Baron Senfft to the Marquis of Salisbury.

[Navigator Islands, November 13; confidential, 67; section 1.]

No. 1.

My Lord: I have the honor to acquaint you that on the 5th of October I have tendered my resignation to King Malietoa, by whom I have been appointed as president of the municipal council of Apia on the 6th May of this year. Since in this capacity I had been agreed upon by the three powers signing the Berlin treaty I found myself obliged, when I took the aforesaid step, to ask the three respective governments for their approval and beg leave to submit herewith most respectfully such a request to your lordship.

At the beginning of the month of August I had occasion to draw King Malietoa’s attention to some bad consequences which would occur if the King allowed irresponsible persons to induce him to take official measures. I got the impression that the King understood my advice, and under that impression I have continued my work.

On the 3d October I read in the local newspaper a correspondence between King Malietoa and a German member of the municipal council. By chance this was the same gentleman whose interference in government affairs had already caused the aforesaid advice on my part. The correspondence consisted of a letter from him dealing again with a matter concerning solely the Samoan Government, and of King Malietoa’s answer. The answer was dated twelve days later than the letter, and concurred in the views of its writer. Before I read the correspondence I had no knowledge of it, although the letter addressed to the King interfered just in my official province, the financial administration, and although it contained personal attacks against my sense of duty.

It was the King himself who then, upon my request, confirmed that indeed the correspondence had taken place.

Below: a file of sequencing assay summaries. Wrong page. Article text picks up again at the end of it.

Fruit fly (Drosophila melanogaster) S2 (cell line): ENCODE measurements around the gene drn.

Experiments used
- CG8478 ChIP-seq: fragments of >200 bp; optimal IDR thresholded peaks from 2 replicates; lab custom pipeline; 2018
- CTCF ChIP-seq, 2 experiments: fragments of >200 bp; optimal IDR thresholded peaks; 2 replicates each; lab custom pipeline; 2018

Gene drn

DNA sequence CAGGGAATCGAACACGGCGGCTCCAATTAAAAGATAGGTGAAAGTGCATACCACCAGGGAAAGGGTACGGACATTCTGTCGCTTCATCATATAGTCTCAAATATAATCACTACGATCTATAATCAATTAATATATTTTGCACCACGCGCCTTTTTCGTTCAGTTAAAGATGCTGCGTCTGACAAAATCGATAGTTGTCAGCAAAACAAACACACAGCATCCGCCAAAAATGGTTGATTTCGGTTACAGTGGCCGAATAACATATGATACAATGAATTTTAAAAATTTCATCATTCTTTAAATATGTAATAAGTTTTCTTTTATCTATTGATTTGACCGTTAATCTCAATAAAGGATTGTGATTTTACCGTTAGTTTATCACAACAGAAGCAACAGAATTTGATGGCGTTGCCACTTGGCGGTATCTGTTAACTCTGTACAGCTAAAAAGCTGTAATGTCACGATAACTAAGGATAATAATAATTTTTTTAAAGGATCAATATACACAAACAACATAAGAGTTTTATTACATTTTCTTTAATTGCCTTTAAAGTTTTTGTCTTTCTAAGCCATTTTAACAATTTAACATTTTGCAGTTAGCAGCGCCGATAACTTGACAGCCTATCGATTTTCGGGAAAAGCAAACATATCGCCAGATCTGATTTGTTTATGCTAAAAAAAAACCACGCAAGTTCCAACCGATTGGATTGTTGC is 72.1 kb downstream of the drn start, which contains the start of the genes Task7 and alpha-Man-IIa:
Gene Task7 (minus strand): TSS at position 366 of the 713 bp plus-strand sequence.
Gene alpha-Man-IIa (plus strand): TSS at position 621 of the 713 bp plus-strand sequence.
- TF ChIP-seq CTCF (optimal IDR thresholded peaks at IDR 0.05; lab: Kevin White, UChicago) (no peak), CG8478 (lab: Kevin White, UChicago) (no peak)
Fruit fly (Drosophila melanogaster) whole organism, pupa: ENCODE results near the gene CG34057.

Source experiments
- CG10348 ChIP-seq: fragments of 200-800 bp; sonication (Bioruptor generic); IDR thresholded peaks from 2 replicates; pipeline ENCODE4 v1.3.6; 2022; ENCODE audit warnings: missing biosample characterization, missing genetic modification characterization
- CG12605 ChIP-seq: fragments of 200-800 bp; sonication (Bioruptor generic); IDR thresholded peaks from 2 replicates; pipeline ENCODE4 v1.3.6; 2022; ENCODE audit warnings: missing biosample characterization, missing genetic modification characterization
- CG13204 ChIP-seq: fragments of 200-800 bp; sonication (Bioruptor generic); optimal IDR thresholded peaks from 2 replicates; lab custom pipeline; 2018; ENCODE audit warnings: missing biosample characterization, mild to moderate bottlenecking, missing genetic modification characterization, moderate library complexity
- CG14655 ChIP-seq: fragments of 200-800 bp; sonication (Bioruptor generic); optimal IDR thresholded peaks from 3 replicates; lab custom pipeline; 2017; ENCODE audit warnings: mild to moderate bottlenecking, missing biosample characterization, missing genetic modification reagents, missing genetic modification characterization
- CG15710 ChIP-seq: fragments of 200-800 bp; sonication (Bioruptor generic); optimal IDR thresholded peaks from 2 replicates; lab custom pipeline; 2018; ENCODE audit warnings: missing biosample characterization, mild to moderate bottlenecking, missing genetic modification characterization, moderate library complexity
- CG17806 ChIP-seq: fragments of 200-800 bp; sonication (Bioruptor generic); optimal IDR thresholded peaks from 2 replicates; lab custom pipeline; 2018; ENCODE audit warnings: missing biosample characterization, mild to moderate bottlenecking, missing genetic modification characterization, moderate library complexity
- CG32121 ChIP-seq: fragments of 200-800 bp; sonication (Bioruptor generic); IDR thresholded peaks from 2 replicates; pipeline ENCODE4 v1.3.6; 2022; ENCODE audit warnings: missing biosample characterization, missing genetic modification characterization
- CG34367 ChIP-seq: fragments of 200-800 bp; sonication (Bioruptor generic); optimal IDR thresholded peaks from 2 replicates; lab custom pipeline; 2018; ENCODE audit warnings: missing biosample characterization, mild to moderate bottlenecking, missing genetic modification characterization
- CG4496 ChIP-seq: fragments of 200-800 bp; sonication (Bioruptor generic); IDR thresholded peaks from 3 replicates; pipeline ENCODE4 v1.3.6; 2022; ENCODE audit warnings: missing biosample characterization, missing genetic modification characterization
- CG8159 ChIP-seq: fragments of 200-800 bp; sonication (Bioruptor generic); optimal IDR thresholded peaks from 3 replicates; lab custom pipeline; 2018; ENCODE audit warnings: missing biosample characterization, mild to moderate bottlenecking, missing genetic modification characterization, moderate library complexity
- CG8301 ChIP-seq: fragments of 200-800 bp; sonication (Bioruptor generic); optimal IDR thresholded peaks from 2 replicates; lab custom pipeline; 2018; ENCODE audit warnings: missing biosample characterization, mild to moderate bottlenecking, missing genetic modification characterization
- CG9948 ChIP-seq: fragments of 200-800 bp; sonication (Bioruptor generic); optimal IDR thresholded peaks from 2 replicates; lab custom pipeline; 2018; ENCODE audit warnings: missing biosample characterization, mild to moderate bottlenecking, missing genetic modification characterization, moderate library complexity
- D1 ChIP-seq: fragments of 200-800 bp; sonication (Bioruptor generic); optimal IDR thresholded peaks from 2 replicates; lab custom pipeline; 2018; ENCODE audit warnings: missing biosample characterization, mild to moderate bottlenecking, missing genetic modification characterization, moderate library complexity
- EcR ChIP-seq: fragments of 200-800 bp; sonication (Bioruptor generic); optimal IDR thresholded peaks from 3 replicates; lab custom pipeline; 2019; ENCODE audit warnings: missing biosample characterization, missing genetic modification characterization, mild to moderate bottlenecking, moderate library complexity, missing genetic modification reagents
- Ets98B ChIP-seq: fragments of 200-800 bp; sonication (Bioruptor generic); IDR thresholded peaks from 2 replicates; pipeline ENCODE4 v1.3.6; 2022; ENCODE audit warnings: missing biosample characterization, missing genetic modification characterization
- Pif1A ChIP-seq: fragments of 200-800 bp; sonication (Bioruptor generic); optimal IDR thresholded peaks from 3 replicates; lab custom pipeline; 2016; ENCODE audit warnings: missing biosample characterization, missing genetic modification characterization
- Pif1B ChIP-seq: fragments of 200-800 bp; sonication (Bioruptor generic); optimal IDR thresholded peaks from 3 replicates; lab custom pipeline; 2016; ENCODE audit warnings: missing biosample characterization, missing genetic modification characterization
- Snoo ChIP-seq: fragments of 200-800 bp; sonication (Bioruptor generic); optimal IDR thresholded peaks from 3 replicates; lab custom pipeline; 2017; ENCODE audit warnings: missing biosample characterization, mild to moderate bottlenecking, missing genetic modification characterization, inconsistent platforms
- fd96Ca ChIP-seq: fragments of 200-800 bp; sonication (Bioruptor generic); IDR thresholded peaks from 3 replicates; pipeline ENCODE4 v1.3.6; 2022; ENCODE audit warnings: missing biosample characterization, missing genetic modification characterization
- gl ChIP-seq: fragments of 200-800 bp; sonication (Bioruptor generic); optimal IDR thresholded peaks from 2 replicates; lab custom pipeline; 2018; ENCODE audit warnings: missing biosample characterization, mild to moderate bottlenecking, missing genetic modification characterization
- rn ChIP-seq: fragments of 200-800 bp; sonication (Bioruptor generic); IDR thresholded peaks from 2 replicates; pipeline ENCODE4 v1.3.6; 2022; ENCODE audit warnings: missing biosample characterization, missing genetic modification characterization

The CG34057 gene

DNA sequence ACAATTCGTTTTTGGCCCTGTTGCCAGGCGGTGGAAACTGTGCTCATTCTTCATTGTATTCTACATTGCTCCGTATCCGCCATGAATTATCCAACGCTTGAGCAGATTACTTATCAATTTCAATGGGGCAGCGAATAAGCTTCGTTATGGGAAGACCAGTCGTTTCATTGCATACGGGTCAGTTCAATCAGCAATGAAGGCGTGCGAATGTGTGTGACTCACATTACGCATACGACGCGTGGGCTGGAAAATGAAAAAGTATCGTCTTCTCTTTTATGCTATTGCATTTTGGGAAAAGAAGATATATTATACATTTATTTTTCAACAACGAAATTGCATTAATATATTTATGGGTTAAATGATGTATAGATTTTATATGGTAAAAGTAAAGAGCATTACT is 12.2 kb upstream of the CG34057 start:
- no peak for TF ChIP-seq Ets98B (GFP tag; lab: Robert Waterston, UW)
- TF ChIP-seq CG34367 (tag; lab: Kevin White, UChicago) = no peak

From this experience I could but arrive to three conclusions, which, at the same time, constituted as many reasons for my request of resignation: (1) No hope of succeeding in my official duties is left to me since I am convinced that King Malietoa does not comprehend the consequences of affording influence in official matters to irresponsible persons. These consequences must be the worse, the Berlin treaty not having furnished the King’s advisor with any means to formally secure his cooperation, although such means would only be the equivalent of his responsibility. I hardly need to add that it could not be my task, especially in the first months of my service, to complete the treaty, with amendments, in order to strengthen my position.

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(2) The same failure of success must arise for me out of the want of confidence the King has proved towards me in concealing the correspondence in question, notwithstanding several conferences he held with me during the respective time.

(3) A full and undamaged authority is not less indispensable for fulfilling the task imposed on my office by the Berlin general act than the King’s confidence. The King himself having apparently damaged my authority, he can not repair the same without getting into a humiliating position on his part, which certainly will raise more harm than there exists already.

In connection with these considerations I can not forbear observing that, according to my opinion, experiences like the above stated would have been avoided if, in consequence of the common interest the treaty powers have in supporting the authority of my office, I had found the common assistance of the consular representatives in one case in which I required their common assistance more than ever. In that case I exerted myself to prevent an unequal action of the Samoan Government in regard to the commercial interests of the three treaty powers, and I believed that I was not at liberty to perform this duty of my office with less energy only because Germany, the interests of which were going to be neglected, is my native country. Your lordship will find the facts in question in the mémoir I have the honor to inclose herewith.

I have declared to King Malietoa as well as to the consular representatives of the treaty powers that I feel obliged to perform my official duties, inasmuch as the Berlin general act does not provide my representation therein, until I am allowed to lay down my position through a joint instruction of the three powers.

I shall be most thankful if this can be done telegraphically.

I also most respectfully ask your lordship to instruct me whether yon wish me to call at the foreign office in returning to Germany.

I have, etc.,